One of the most repeated pieces of advice for writers is to write what you know. But what does that really mean? When you take it at its most literal, this piece of advice means that you should write what you’ve experienced, what you inherently know as a person. But if we stuck to that kind of thing, I think we’d all be writing about being college students cramming for an exam, or about having a crappy summer job. And yet we don’t stick to those tiny parameters. Instead we write about wide-reaching lands and places we’ve never been to and people we can only dream about meeting or being. So why is it repeated so often? Well, perhaps it needs to be edited a bit.
In a recent blog post, the amazing and wonderful Chuck Wendig talked about this “old chestnut” of wisdom. There are some really great nuggets in Wendig’s post, as there always are, such as the challenge of this old saying to go and learn some more stuff. If you want to take “write what you know” to heart, and take it completely literally, then go and know more! There are books to be read, there are other continents in the world besides the one you live on, and it’s all waiting for you. Aside from this, though, the two big things that I got from reading Wendig’s post are as follows: 1) write what you understand, and 2) write what you are passionate about.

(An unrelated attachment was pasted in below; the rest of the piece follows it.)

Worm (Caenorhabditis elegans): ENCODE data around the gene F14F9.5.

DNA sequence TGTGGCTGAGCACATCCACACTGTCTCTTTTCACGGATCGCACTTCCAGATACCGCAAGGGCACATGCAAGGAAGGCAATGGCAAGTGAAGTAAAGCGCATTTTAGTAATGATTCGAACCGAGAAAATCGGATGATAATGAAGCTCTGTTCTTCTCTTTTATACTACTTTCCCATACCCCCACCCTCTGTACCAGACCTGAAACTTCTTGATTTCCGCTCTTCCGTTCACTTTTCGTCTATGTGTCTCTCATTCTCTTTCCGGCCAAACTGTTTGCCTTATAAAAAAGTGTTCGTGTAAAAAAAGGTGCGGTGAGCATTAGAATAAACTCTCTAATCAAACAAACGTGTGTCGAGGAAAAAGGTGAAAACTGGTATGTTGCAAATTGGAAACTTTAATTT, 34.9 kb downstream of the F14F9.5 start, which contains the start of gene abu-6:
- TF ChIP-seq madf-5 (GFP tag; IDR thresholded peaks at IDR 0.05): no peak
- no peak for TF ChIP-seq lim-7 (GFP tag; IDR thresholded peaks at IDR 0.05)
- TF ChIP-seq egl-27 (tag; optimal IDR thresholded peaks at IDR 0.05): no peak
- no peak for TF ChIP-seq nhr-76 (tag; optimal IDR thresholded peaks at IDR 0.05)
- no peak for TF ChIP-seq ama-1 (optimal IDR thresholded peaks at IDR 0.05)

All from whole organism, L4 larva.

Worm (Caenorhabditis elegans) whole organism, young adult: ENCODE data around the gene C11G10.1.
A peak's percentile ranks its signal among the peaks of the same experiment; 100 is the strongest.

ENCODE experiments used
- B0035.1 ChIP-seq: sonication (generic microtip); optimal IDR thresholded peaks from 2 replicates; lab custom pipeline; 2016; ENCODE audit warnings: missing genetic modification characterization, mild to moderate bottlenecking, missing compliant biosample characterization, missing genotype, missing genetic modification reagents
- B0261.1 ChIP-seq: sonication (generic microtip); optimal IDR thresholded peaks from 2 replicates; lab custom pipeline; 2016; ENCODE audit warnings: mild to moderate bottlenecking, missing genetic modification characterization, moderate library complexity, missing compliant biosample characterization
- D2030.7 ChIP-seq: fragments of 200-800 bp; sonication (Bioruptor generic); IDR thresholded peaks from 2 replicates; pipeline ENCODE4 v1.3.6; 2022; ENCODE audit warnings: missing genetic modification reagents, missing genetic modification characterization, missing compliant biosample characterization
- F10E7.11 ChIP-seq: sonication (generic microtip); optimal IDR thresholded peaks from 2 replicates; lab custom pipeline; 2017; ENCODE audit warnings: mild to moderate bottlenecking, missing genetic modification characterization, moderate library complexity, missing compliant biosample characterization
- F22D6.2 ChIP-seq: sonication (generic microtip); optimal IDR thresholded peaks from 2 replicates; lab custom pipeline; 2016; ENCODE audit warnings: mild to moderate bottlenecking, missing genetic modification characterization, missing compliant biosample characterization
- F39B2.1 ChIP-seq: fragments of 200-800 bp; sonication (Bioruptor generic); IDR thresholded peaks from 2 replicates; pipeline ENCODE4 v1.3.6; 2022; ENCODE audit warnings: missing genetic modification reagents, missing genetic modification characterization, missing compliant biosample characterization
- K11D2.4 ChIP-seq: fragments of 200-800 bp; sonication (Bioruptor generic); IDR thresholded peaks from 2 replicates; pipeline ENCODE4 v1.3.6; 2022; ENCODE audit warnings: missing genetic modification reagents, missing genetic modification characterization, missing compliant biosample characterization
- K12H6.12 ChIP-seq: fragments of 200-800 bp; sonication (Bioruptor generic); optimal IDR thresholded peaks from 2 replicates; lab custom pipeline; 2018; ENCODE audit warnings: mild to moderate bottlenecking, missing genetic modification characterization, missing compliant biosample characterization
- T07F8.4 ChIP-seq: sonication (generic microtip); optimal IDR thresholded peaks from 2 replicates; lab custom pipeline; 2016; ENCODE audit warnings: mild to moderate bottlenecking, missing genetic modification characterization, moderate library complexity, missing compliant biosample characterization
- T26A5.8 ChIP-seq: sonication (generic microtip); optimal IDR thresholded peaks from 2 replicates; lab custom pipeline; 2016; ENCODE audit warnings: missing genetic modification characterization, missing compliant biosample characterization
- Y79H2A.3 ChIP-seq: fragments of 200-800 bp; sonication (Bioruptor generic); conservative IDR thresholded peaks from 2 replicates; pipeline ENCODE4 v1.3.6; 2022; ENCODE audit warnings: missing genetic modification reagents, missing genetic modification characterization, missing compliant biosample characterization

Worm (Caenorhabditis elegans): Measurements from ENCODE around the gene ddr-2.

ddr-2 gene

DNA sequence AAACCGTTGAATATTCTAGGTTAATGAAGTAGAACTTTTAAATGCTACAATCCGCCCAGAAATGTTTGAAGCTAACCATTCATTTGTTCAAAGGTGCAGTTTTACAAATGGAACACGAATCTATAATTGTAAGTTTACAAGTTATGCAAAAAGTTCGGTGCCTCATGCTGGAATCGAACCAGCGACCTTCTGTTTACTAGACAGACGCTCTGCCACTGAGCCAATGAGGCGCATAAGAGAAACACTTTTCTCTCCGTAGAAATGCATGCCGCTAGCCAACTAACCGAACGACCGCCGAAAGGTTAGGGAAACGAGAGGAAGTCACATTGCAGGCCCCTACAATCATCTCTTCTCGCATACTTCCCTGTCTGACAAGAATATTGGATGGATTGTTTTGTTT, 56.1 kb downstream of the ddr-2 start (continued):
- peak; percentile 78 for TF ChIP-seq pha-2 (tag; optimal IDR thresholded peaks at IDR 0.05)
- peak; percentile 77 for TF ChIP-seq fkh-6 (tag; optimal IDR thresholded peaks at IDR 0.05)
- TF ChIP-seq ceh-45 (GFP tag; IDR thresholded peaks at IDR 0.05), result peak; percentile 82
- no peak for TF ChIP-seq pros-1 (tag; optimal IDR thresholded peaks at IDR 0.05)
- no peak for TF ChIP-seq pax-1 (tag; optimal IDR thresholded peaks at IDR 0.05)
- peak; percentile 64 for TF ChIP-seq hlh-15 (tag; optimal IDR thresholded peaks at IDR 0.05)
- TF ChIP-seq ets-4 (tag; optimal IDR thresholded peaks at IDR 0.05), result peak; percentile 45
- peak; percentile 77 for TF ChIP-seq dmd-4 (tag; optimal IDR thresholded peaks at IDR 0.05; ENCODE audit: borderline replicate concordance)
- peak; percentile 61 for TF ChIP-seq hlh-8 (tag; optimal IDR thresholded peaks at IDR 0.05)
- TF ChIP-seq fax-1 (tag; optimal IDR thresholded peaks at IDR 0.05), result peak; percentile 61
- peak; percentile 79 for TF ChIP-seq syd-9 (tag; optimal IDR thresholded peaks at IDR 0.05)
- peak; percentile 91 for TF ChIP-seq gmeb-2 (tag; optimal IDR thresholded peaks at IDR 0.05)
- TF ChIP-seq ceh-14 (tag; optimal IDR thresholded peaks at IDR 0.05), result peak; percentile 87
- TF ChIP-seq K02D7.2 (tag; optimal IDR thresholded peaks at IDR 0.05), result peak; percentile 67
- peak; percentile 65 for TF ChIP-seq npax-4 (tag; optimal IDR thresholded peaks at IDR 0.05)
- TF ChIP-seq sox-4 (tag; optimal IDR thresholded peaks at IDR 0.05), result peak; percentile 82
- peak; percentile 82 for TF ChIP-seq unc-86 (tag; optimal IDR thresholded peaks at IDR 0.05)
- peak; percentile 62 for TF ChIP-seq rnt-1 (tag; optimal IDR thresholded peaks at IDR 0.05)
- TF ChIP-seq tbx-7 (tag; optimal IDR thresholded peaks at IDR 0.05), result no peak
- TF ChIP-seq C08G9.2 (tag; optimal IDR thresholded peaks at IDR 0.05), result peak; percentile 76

These slightly edited versions of the original “write what you know” may seem not very different, but I think they are. In writing what you understand, you are widening your scope exponentially. As Wendig says in his post, we understand plenty of things that we have not personally experienced because we are well-read, or have watched many hours of television, or have seen a great many films. All of these activities imbue us with an understanding of things outside ourselves and our lives. And as for writing what you are passionate about, that one is simple. If you’re passionate about something, you have likely read deeply into that thing, and therefore know it very well. And that passion that you feel deep in your bones for a topic will shine through when you write about it.
So what do you think about this updated version of that long-lauded piece of writing advice? Go read Chuck Wendig’s post and then come back with some thoughts. See you in the comments!
— Jet Fuel Blog Editor, Mary Egan